Creative and political (sub)titling as activism: migratory perspectives in the visual arts’

13 June 2022, 6:00 pm–7:00 pm

Part of the Translation, Memory, Migration (UCL / SOAS Global Translation Lectures) series

This event is free.

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Kathryn Batchelor

Media products, cultures and the arts have recently been transformed by migration, and these cultural and aesthetic transformations have favoured the re-shaping of identities, ethnicities, distant societies, and minority groups. The increased options of multiple digital platforms available for the production of activist practices and activities, and the spread of non-profit associations and non-governmental organisations (e.g., Sole Luna Doc Film Festival, Counterpoints Arts; Developing Artists), have contributed to addressing social and ethical issues through a documentary mode of production, where (sub)titling procedures and varieties of subtitles have been transformed into spaces of activism. In this context, I argue, (sub)titles can be identified as not merely spaces of translation, but also as accessible spaces of narration for the (re)creation and (re)construction of identities, places, and concepts. Against the backdrop of narrative theory (Baker 2006) and accessibility as a new terrain of human rights practice (Greco 2016), and in light of the widely accepted view of the creative industries (DCMS 2001) as producers and distributors of services that convey cultural meanings – where the borders between art and industry are often blurred –, this study examines a corpus composed of (sub)titles belonging to Martina Melilli’s documentary My Home, in Libya (2018) and Zoe Lafferty’s theatrical performance The Queens of Syria (2016).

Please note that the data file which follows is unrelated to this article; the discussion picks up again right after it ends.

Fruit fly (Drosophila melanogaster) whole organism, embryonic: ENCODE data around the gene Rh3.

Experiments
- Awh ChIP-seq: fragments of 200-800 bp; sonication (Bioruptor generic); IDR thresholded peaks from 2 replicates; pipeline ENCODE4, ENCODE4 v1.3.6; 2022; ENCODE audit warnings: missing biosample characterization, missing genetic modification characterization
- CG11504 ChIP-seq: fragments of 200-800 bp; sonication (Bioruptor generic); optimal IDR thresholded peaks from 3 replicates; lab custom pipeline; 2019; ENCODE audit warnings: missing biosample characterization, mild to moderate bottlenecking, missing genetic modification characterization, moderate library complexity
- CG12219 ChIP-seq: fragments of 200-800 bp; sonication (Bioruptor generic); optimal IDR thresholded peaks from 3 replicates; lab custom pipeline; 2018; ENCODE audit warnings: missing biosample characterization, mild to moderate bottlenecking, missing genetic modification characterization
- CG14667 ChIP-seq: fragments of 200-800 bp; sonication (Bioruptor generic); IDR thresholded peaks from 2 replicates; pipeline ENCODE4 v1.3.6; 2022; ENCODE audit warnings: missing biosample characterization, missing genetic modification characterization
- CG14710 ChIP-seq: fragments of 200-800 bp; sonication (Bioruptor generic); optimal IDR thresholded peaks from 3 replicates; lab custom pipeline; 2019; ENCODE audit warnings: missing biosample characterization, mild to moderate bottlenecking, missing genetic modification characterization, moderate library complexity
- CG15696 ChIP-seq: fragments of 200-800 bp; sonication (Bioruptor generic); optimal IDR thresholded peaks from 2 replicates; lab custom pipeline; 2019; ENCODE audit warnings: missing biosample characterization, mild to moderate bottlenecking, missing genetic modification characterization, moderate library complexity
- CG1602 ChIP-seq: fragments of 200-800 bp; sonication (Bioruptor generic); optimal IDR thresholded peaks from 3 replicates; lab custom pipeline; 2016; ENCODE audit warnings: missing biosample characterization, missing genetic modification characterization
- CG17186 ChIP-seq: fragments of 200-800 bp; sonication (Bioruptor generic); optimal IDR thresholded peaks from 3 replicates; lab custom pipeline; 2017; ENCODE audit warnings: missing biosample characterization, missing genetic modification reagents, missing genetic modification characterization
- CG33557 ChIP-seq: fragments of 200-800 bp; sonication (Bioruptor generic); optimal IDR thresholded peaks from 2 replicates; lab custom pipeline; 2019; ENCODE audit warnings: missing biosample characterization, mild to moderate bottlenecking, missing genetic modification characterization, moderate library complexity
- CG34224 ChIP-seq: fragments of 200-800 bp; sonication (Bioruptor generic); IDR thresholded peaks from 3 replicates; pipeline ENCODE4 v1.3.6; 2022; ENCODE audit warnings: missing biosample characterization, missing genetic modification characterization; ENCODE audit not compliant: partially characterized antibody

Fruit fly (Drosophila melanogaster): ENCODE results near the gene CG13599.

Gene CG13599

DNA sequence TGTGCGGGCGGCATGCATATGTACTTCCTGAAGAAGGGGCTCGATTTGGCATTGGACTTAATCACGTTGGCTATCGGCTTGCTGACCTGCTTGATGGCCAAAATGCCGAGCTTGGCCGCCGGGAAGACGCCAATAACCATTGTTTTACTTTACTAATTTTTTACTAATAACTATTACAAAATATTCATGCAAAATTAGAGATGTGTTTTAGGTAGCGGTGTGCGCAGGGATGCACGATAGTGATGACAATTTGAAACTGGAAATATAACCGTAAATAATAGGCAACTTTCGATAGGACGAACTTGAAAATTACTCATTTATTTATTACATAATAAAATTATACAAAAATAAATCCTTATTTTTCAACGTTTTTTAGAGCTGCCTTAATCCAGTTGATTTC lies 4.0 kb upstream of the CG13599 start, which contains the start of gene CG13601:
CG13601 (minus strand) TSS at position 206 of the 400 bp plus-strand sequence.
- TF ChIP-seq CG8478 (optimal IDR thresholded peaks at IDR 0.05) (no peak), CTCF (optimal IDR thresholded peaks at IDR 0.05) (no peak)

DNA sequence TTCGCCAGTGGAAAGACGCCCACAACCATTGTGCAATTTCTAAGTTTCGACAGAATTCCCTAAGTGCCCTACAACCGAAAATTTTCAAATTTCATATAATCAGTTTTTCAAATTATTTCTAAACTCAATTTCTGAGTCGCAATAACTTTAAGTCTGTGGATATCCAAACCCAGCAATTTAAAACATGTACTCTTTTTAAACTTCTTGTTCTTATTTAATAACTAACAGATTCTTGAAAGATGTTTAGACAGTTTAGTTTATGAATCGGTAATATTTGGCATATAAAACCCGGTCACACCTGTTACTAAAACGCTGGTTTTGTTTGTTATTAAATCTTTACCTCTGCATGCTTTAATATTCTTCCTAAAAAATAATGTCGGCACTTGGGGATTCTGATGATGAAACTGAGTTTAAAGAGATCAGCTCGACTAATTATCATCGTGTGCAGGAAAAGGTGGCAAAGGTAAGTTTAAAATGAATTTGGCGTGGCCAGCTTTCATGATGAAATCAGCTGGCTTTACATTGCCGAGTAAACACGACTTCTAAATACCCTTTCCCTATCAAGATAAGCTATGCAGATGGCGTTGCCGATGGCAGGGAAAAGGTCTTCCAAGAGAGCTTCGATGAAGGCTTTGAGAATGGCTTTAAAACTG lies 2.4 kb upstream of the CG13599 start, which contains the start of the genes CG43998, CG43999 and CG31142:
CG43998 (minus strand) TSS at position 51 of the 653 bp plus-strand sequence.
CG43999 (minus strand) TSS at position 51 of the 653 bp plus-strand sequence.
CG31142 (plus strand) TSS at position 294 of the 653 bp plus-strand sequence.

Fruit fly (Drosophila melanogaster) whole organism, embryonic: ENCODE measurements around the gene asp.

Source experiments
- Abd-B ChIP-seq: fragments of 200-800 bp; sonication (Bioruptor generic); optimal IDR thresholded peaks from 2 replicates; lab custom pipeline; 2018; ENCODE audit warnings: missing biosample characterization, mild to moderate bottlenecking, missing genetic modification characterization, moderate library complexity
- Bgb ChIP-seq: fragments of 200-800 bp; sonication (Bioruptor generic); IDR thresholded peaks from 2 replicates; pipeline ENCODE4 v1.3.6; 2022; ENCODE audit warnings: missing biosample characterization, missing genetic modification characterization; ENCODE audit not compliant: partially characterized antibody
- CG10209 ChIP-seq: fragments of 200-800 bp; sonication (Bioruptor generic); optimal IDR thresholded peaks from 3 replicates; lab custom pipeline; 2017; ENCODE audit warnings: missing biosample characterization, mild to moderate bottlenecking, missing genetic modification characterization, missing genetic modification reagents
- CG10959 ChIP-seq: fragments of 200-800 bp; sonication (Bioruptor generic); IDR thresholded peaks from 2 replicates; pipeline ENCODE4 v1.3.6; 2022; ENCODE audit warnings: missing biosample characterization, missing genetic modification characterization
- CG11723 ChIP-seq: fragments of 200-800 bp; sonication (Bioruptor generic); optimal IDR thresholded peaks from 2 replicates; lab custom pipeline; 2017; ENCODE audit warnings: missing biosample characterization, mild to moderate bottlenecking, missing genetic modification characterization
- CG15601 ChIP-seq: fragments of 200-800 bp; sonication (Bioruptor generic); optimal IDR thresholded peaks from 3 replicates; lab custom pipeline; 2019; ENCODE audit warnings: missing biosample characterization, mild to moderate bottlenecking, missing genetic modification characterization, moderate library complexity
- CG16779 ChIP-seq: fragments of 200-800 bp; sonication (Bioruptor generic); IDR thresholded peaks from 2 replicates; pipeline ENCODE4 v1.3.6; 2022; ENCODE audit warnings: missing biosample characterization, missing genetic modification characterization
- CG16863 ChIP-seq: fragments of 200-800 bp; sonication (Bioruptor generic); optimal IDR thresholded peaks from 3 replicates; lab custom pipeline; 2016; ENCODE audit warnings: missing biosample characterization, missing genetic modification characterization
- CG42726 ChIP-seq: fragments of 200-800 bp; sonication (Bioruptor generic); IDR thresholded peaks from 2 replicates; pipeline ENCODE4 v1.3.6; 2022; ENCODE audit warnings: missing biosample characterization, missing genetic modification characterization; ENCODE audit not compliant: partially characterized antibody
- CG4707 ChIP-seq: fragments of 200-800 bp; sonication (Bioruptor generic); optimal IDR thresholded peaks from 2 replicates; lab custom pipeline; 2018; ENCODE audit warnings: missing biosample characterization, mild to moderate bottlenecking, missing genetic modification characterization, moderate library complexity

Baker, M. 2006. Translation and Conflict: A Narrative Account, London: Routledge.
DCMS, 2001. Industries Mapping Document, DCMS, London.
Greco, G. 2016. “On Accessibility as a Human Right, with an Application to Media Accessibility”. In A. Matamala & P. Orero (eds.), Researching Audio Description. New Approaches, London: Palgrave, 11-33.

About the Speaker 

Alessandra Rizzo is Associate Professor in the Department of Humanities at the University of Palermo, where she teaches ESP and audiovisual translation. She holds a PhD and a Master of Arts in  Translation from the University of Essex. She was Visiting Scholar at the University of Roehampton and Honorary Research Fellow at the University of Westminster. She is a member of the Centre for Research in Translation and Transcultural Studies and of the AIA, ESIST and EST associations. Her research interests focus on audiovisual translation, creative domestication, accessibility, ELF in the context of migration and the visual arts, and subtitling as counter discourse. She has extensively published in national and international journals, and in dedicated volumes. She edited the special issue “Translation and Accessibility for All in the Creative Industries: Digital Spaces and Cultural Contexts” for Bridge: Trends and Traditions in Translation and Interpreting Studies (2020), and  coedited Translation or Transcreation? (with Cinzia Spinzi e Marianna Zummo, 2018) and the special issue “Translating the margin: Lost voices in the aesthetic discourse” for InVerbis (with Karen Seago, 2018). She is currently working on the monograph New Perspectives on Translation. Aesthetics of migration in Documentaries and for the Stage (Peter Lang).